January 17, 2008

Doubting Your Faith?

doubt faith

If you are a Christian experiencing some doubt over your faith, you are going to receive a lot of advice from your fellow Christians. You will be told about how doubt will strengthen your faith and bring you closer to your god. I'm not here to argue with that or to tell you that such a perspective is wrong. I just want to point out that there is another possibility you should at least consider. What if the doubt you are experiencing is a healthy sign that your rational mind is trying to break free from a tradition of superstition?

Tradition can be a reassuring source of comfort in the dark times when we long for familiarity, but this does not necessarily make it worth retaining. Consider the person raised in a home filled with racist attitudes. Racism may feel familiar, even comfortable, but that does not mean that the individual cannot and should not leave it behind. This would be true even if his or her family continued to cling to it. That you were raised in the Christian tradition is no reason to maintain your belief. After all, I expect that are other aspects of your family's belief system to which you are no longer bound.

As we mature, we often begin to doubt many things we never used to question. There might have been a time when you believed in Santa Claus or the Tooth Fairy. I'd guess you set these beliefs aside long ago. And why did you set them aside? After all, you cannot prove that there is no Santa or Tooth Fairy. You set them aside because your rational mind realized there was no evidence to suggest that they were real.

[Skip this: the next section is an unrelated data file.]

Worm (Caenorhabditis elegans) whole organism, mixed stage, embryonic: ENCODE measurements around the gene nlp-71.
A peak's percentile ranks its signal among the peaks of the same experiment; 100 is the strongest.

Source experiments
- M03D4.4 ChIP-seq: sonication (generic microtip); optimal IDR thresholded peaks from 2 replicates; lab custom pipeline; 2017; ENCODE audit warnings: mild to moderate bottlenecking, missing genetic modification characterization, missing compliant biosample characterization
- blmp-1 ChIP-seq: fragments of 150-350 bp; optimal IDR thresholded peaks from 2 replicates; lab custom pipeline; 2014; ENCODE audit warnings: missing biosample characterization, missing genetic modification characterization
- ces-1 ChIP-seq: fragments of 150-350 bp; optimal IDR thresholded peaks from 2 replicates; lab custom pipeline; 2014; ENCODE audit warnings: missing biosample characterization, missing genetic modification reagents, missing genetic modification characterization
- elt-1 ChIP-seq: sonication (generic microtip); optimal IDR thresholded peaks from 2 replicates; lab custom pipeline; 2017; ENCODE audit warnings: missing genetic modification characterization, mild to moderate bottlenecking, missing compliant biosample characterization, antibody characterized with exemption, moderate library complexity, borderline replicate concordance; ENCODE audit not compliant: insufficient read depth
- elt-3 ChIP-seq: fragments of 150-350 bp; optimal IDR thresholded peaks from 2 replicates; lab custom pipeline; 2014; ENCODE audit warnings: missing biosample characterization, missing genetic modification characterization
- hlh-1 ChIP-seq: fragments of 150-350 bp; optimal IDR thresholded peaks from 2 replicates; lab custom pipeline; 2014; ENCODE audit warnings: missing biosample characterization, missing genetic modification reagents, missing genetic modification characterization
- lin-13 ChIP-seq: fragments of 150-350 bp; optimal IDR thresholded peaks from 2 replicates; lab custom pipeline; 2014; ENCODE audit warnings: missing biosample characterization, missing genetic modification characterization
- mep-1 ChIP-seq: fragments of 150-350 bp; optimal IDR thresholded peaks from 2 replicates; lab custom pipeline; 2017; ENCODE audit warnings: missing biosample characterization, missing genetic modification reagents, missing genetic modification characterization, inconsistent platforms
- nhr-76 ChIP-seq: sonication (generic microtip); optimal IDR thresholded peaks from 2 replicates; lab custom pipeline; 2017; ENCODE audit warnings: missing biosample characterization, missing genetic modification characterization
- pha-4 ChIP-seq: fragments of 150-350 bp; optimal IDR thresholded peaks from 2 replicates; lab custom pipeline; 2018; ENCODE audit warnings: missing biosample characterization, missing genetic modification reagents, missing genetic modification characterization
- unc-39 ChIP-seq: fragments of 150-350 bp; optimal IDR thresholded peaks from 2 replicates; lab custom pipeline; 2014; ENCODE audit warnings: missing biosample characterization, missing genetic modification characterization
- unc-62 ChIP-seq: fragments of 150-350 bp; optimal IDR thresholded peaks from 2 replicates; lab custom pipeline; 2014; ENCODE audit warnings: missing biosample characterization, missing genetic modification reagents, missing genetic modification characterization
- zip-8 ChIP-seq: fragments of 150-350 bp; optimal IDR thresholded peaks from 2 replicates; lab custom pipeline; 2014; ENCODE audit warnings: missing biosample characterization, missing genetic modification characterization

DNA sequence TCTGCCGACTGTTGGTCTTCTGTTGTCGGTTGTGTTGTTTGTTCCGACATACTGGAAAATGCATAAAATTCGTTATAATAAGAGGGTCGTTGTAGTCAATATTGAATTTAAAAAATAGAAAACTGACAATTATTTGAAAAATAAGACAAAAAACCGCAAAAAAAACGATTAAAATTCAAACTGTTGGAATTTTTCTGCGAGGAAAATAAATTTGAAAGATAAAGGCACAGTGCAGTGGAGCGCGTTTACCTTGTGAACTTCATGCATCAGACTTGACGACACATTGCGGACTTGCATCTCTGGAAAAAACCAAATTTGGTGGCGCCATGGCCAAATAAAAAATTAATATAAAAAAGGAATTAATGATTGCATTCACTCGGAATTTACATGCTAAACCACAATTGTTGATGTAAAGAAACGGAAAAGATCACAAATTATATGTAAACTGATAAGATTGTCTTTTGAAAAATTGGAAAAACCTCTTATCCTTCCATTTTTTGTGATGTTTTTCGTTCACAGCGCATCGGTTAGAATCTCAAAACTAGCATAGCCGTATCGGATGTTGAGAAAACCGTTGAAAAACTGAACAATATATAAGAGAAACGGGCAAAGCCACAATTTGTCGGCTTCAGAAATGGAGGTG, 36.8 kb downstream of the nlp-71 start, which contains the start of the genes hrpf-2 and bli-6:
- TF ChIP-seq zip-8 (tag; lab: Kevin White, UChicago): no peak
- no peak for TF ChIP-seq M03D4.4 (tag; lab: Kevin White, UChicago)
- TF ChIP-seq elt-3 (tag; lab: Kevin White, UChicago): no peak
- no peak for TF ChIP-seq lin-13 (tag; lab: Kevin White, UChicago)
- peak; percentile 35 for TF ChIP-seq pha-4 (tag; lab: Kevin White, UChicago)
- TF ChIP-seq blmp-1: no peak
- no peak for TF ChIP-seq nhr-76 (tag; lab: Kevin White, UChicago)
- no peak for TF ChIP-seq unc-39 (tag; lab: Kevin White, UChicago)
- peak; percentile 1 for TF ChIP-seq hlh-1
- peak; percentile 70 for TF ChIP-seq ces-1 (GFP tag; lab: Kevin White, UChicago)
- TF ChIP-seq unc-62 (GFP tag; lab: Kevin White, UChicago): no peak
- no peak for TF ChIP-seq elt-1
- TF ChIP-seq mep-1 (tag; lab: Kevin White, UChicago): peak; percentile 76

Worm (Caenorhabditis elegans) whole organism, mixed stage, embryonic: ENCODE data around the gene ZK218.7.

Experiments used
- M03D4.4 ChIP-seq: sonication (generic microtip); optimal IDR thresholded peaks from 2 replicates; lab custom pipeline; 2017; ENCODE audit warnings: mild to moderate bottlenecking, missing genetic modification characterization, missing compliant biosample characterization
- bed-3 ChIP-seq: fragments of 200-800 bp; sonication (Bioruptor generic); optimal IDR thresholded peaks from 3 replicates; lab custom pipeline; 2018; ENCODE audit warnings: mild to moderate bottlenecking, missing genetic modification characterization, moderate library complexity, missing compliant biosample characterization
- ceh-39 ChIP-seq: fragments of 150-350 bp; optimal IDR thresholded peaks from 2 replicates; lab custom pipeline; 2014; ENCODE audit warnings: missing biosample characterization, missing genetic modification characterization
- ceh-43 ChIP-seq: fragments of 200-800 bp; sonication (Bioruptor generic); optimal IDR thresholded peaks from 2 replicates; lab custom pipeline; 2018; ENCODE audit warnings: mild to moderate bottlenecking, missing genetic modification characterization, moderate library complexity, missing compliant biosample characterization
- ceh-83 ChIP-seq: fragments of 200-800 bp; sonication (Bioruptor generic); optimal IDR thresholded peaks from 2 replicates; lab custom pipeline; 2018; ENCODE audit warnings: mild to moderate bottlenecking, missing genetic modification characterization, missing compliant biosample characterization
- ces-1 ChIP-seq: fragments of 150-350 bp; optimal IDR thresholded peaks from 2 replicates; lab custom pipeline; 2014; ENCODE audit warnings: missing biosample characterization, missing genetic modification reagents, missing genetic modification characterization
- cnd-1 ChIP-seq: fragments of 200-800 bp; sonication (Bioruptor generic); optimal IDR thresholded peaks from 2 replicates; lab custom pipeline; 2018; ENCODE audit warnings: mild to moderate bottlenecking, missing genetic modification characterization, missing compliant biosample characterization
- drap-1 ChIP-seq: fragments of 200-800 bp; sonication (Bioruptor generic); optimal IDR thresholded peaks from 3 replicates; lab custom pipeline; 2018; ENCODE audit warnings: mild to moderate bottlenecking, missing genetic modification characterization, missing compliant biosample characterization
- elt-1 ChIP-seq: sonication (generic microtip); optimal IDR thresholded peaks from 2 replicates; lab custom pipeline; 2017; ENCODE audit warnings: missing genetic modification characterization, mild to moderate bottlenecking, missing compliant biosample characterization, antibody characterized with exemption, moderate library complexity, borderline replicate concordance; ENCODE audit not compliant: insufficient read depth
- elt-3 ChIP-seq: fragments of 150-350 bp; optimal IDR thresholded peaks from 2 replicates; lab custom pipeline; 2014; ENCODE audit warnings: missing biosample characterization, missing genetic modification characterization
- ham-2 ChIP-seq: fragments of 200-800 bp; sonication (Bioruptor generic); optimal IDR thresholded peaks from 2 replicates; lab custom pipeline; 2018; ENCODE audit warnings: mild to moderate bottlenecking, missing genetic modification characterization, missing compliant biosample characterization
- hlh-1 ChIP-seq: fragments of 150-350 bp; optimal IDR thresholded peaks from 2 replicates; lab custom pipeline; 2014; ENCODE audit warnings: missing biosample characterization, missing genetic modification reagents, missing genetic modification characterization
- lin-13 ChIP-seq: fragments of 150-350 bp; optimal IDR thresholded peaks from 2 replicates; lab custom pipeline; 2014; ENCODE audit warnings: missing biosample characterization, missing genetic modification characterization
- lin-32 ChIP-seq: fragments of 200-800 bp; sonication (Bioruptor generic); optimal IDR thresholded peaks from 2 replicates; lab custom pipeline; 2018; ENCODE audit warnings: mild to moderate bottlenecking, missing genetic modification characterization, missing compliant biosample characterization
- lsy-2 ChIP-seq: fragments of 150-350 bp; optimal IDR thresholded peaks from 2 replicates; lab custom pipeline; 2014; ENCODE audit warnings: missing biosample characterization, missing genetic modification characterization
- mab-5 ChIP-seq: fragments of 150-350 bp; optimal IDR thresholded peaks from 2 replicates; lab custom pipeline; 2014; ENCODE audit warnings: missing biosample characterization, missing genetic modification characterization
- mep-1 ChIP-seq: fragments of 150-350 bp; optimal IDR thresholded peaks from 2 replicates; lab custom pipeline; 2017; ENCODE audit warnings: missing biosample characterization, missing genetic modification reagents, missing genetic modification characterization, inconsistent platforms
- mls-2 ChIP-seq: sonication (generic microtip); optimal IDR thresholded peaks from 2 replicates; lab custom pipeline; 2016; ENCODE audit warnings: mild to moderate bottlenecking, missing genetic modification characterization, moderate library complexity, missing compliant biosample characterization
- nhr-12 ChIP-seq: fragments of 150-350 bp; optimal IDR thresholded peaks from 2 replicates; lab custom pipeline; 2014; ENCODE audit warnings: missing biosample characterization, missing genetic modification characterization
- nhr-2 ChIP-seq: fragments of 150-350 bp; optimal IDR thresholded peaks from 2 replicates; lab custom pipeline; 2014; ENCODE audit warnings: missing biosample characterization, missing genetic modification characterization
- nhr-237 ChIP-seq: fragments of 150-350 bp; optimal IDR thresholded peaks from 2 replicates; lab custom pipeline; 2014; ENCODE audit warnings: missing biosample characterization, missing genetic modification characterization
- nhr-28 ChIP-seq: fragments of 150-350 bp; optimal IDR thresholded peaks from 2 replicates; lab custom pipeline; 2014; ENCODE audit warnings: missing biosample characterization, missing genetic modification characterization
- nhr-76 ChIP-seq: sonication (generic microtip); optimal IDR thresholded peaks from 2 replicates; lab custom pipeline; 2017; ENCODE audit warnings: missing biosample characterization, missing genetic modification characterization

Belief in a god (or gods) is similar in the lack of evidence but different in that such belief is far more likely to have negative consequences. Maybe you have heard your religious relatives condemn others for not adhering to the same religious beliefs. Maybe you have seen them behave in a manner inconsistent with the religious values they profess. Or maybe you've just grown tired of the endless religious violence, the pedophile priests, the holier-than-thou routine, or the utter hypocrisy of it all. In other words, religion is worse than Santa because it divides people and contributes to great suffering.

Perhaps it is time to explore the possibility of a life where meaning is derived from what is - rather than from fantasies about what one wants it to be. I know it is scary to imagine your life without religion. After all, it may be all you've ever known. The doubt you are experiencing might even feel like a part of your very self is at risk. But do not be so quick to dismiss your doubt. Your rational mind is trying to communicate with you.

Right here in your own country, there are millions of atheists. Maybe you have been taught that we are monsters, but we are just like you minus the god belief. In fact, many of us are ex-Christians who know what you are going through. Many of us are happy, well-adjusted people who find great meaning in our daily lives. Many of us experience an invigorating sense of stimulation and freedom that comes from living in the real world without having to maintain the suspension of disbelief required by religion.

If you'd like to learn more about atheism and what a life without religion might look like, I've compiled some good places to start below: